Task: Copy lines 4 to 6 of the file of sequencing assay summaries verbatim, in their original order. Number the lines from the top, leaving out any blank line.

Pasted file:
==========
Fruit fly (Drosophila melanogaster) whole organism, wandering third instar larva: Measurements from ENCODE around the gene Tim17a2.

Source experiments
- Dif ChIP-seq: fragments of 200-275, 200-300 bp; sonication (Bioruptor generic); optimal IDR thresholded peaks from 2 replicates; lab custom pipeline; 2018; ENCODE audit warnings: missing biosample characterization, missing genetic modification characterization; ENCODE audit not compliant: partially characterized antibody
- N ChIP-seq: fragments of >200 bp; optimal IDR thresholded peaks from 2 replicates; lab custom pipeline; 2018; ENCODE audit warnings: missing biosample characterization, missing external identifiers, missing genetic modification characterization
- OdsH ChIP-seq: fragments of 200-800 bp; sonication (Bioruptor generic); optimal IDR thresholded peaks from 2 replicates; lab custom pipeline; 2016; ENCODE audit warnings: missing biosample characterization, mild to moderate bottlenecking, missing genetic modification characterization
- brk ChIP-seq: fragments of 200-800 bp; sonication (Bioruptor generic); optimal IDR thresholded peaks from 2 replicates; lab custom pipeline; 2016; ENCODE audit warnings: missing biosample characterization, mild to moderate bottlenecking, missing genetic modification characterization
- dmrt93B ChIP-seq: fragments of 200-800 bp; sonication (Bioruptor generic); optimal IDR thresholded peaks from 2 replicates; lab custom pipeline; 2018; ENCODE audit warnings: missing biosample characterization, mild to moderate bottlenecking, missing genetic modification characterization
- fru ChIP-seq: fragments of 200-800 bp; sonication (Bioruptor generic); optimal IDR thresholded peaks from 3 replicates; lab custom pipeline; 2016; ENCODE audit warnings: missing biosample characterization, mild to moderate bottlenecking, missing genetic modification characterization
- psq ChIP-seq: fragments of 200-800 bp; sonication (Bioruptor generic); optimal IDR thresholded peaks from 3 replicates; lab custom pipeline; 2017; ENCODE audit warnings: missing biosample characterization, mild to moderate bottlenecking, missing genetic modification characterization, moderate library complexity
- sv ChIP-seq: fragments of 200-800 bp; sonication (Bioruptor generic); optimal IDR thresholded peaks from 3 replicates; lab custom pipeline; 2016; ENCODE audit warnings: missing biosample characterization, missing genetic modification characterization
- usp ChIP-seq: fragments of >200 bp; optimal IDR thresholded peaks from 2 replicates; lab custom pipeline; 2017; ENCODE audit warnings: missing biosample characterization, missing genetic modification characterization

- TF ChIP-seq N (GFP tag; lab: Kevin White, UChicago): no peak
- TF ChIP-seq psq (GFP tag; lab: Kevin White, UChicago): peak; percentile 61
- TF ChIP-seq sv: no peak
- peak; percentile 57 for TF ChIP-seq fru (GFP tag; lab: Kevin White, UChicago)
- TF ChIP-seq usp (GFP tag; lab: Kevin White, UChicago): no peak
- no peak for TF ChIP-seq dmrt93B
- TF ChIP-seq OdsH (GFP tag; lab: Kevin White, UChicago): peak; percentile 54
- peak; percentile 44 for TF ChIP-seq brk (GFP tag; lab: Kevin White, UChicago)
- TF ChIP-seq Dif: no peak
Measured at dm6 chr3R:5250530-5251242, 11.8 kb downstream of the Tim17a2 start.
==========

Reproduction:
- N ChIP-seq: fragments of >200 bp; optimal IDR thresholded peaks from 2 replicates; lab custom pipeline; 2018; ENCODE audit warnings: missing biosample characterization, missing external identifiers, missing genetic modification characterization
- OdsH ChIP-seq: fragments of 200-800 bp; sonication (Bioruptor generic); optimal IDR thresholded peaks from 2 replicates; lab custom pipeline; 2016; ENCODE audit warnings: missing biosample characterization, mild to moderate bottlenecking, missing genetic modification characterization
- brk ChIP-seq: fragments of 200-800 bp; sonication (Bioruptor generic); optimal IDR thresholded peaks from 2 replicates; lab custom pipeline; 2016; ENCODE audit warnings: missing biosample characterization, mild to moderate bottlenecking, missing genetic modification characterization